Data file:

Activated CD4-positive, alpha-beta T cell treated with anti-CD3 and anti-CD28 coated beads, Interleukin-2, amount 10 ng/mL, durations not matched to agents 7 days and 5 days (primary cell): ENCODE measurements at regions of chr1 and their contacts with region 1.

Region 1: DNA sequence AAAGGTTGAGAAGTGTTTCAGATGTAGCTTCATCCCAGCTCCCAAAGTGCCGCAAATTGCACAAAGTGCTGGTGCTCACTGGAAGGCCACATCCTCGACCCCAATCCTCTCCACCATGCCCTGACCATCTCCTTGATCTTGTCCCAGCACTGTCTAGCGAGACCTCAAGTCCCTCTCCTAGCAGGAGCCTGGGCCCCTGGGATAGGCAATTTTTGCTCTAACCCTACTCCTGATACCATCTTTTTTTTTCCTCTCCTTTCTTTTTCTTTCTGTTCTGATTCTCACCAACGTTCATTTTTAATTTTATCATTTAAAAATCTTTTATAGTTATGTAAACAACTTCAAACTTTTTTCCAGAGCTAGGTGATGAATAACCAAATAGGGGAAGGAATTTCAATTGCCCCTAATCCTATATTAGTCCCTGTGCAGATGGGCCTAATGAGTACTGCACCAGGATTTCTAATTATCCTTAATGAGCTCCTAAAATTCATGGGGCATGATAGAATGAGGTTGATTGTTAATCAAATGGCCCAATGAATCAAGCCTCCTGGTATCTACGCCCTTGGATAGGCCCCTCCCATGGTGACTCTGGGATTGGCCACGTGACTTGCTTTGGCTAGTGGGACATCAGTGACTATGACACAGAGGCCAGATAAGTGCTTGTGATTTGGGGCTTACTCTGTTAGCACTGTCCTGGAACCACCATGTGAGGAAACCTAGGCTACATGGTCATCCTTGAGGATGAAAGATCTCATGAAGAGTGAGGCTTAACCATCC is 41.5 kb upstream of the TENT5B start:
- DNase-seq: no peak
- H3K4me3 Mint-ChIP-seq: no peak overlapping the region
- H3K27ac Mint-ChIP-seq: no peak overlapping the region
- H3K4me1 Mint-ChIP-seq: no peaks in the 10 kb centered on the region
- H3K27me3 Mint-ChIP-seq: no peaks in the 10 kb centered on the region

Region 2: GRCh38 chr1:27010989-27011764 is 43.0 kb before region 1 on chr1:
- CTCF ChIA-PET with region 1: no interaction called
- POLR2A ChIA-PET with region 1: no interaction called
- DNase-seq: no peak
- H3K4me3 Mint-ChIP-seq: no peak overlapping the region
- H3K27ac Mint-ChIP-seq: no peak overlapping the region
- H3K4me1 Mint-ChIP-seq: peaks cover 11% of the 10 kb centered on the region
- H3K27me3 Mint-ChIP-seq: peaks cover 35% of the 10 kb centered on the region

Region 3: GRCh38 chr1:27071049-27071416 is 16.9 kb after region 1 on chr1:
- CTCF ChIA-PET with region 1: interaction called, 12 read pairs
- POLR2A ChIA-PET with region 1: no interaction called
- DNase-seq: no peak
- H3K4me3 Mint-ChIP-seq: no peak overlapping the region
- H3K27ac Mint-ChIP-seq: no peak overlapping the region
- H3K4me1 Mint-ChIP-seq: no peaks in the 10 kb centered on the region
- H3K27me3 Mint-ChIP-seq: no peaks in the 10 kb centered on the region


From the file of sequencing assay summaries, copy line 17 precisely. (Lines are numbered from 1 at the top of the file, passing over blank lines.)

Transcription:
- CTCF ChIA-PET with region 1: interaction called, 12 read pairs